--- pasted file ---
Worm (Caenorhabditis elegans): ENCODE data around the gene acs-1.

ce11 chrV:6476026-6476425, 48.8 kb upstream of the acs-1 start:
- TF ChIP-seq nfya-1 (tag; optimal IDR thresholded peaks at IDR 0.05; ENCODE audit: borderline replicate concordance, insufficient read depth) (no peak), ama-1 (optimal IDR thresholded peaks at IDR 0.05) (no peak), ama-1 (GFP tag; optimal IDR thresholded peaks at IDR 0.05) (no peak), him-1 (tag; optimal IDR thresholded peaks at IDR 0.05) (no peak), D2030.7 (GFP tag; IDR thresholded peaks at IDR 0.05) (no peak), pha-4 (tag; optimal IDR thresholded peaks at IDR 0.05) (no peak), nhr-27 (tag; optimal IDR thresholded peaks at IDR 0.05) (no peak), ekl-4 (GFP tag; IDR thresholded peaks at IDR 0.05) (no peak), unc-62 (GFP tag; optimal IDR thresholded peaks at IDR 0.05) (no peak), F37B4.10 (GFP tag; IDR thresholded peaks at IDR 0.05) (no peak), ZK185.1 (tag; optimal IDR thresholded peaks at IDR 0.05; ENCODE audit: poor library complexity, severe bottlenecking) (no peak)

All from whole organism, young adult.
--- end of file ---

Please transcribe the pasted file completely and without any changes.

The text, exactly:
Worm (Caenorhabditis elegans): ENCODE data around the gene acs-1.

ce11 chrV:6476026-6476425, 48.8 kb upstream of the acs-1 start:
- TF ChIP-seq nfya-1 (tag; optimal IDR thresholded peaks at IDR 0.05; ENCODE audit: borderline replicate concordance, insufficient read depth) (no peak), ama-1 (optimal IDR thresholded peaks at IDR 0.05) (no peak), ama-1 (GFP tag; optimal IDR thresholded peaks at IDR 0.05) (no peak), him-1 (tag; optimal IDR thresholded peaks at IDR 0.05) (no peak), D2030.7 (GFP tag; IDR thresholded peaks at IDR 0.05) (no peak), pha-4 (tag; optimal IDR thresholded peaks at IDR 0.05) (no peak), nhr-27 (tag; optimal IDR thresholded peaks at IDR 0.05) (no peak), ekl-4 (GFP tag; IDR thresholded peaks at IDR 0.05) (no peak), unc-62 (GFP tag; optimal IDR thresholded peaks at IDR 0.05) (no peak), F37B4.10 (GFP tag; IDR thresholded peaks at IDR 0.05) (no peak), ZK185.1 (tag; optimal IDR thresholded peaks at IDR 0.05; ENCODE audit: poor library complexity, severe bottlenecking) (no peak)

All from whole organism, young adult.